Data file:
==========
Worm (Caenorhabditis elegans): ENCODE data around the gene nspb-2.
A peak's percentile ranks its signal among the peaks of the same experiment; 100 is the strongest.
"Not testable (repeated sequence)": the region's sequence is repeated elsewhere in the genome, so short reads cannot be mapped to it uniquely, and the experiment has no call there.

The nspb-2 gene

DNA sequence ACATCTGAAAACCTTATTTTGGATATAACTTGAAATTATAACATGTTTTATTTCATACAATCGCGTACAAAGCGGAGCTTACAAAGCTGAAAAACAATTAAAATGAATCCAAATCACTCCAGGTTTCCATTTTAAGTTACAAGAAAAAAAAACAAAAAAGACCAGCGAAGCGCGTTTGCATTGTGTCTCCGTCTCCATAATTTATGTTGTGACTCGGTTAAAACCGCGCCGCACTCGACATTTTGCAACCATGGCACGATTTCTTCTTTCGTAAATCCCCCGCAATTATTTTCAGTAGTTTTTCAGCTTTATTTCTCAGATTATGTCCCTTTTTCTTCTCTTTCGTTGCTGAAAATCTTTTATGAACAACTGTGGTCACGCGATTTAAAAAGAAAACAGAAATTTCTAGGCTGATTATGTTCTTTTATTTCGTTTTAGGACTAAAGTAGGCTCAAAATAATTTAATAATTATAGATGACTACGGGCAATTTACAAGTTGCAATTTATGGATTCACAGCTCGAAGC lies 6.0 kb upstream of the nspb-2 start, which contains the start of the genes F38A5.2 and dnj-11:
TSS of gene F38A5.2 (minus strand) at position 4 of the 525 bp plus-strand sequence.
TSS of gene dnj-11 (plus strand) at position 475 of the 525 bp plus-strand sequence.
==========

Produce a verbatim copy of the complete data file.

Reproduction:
Worm (Caenorhabditis elegans): ENCODE data around the gene nspb-2.
A peak's percentile ranks its signal among the peaks of the same experiment; 100 is the strongest.
"Not testable (repeated sequence)": the region's sequence is repeated elsewhere in the genome, so short reads cannot be mapped to it uniquely, and the experiment has no call there.

The nspb-2 gene

DNA sequence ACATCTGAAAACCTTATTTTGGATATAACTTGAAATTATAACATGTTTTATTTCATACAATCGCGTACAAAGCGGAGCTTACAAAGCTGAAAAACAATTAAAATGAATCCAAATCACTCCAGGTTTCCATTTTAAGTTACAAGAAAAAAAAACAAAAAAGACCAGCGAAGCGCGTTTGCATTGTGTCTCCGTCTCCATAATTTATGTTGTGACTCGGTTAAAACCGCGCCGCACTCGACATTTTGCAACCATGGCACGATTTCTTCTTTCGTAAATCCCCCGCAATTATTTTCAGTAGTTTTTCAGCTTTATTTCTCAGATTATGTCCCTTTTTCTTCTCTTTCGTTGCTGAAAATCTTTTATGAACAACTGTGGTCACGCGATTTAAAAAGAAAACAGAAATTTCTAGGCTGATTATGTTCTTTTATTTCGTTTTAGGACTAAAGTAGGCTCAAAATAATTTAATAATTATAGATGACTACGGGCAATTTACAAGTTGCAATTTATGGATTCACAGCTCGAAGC lies 6.0 kb upstream of the nspb-2 start, which contains the start of the genes F38A5.2 and dnj-11:
TSS of gene F38A5.2 (minus strand) at position 4 of the 525 bp plus-strand sequence.
TSS of gene dnj-11 (plus strand) at position 475 of the 525 bp plus-strand sequence.